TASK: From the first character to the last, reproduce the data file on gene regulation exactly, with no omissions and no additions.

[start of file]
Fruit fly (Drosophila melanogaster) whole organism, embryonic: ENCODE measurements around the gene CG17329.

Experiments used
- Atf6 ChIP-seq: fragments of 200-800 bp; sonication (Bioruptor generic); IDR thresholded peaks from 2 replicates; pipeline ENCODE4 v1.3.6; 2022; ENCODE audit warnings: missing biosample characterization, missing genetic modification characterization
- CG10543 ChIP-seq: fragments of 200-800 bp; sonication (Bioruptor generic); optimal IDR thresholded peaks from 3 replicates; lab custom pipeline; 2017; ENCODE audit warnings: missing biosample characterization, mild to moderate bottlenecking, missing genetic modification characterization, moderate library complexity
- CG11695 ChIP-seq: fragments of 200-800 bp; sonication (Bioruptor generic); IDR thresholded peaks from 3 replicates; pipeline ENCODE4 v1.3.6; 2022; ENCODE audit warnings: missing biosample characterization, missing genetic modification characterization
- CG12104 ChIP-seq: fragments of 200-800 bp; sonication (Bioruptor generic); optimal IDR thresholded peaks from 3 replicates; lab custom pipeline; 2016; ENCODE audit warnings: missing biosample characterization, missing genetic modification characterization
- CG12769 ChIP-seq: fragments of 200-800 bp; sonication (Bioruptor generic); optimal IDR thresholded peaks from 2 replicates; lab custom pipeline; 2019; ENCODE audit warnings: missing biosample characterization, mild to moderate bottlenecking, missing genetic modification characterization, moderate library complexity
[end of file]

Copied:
Fruit fly (Drosophila melanogaster) whole organism, embryonic: ENCODE measurements around the gene CG17329.

Experiments used
- Atf6 ChIP-seq: fragments of 200-800 bp; sonication (Bioruptor generic); IDR thresholded peaks from 2 replicates; pipeline ENCODE4 v1.3.6; 2022; ENCODE audit warnings: missing biosample characterization, missing genetic modification characterization
- CG10543 ChIP-seq: fragments of 200-800 bp; sonication (Bioruptor generic); optimal IDR thresholded peaks from 3 replicates; lab custom pipeline; 2017; ENCODE audit warnings: missing biosample characterization, mild to moderate bottlenecking, missing genetic modification characterization, moderate library complexity
- CG11695 ChIP-seq: fragments of 200-800 bp; sonication (Bioruptor generic); IDR thresholded peaks from 3 replicates; pipeline ENCODE4 v1.3.6; 2022; ENCODE audit warnings: missing biosample characterization, missing genetic modification characterization
- CG12104 ChIP-seq: fragments of 200-800 bp; sonication (Bioruptor generic); optimal IDR thresholded peaks from 3 replicates; lab custom pipeline; 2016; ENCODE audit warnings: missing biosample characterization, missing genetic modification characterization
- CG12769 ChIP-seq: fragments of 200-800 bp; sonication (Bioruptor generic); optimal IDR thresholded peaks from 2 replicates; lab custom pipeline; 2019; ENCODE audit warnings: missing biosample characterization, mild to moderate bottlenecking, missing genetic modification characterization, moderate library complexity